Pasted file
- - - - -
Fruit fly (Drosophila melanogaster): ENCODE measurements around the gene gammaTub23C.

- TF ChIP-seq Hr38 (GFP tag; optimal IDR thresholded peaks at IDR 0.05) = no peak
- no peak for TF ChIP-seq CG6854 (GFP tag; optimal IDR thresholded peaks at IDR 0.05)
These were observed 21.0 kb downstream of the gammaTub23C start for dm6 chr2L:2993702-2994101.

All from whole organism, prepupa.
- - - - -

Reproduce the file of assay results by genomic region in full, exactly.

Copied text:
Fruit fly (Drosophila melanogaster): ENCODE measurements around the gene gammaTub23C.

- TF ChIP-seq Hr38 (GFP tag; optimal IDR thresholded peaks at IDR 0.05) = no peak
- no peak for TF ChIP-seq CG6854 (GFP tag; optimal IDR thresholded peaks at IDR 0.05)
These were observed 21.0 kb downstream of the gammaTub23C start for dm6 chr2L:2993702-2994101.

All from whole organism, prepupa.